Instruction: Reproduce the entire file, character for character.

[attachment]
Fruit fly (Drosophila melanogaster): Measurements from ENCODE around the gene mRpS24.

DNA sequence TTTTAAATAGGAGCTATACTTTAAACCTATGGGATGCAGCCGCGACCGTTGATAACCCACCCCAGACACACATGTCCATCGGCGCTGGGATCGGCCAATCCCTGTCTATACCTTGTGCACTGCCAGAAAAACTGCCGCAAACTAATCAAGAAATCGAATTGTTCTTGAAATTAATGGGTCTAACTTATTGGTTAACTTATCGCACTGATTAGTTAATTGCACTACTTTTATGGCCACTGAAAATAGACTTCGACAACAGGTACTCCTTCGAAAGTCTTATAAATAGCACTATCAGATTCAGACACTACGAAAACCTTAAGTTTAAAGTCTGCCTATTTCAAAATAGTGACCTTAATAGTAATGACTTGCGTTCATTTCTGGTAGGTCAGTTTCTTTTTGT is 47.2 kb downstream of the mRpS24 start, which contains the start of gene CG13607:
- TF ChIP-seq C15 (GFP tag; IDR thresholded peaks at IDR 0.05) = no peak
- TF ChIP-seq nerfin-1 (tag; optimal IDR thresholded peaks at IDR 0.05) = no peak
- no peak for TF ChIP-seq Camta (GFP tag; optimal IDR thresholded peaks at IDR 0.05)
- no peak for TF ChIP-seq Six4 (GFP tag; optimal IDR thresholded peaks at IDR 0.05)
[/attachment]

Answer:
Fruit fly (Drosophila melanogaster): Measurements from ENCODE around the gene mRpS24.

DNA sequence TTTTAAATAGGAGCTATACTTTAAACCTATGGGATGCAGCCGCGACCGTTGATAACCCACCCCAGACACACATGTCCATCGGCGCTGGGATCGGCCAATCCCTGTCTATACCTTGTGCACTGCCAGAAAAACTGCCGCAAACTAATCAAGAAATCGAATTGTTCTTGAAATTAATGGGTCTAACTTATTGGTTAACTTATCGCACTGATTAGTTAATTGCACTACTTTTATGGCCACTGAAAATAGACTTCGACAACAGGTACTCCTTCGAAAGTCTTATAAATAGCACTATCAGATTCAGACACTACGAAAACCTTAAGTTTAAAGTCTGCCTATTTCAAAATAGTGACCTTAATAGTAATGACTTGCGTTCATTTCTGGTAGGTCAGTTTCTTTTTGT is 47.2 kb downstream of the mRpS24 start, which contains the start of gene CG13607:
- TF ChIP-seq C15 (GFP tag; IDR thresholded peaks at IDR 0.05) = no peak
- TF ChIP-seq nerfin-1 (tag; optimal IDR thresholded peaks at IDR 0.05) = no peak
- no peak for TF ChIP-seq Camta (GFP tag; optimal IDR thresholded peaks at IDR 0.05)
- no peak for TF ChIP-seq Six4 (GFP tag; optimal IDR thresholded peaks at IDR 0.05)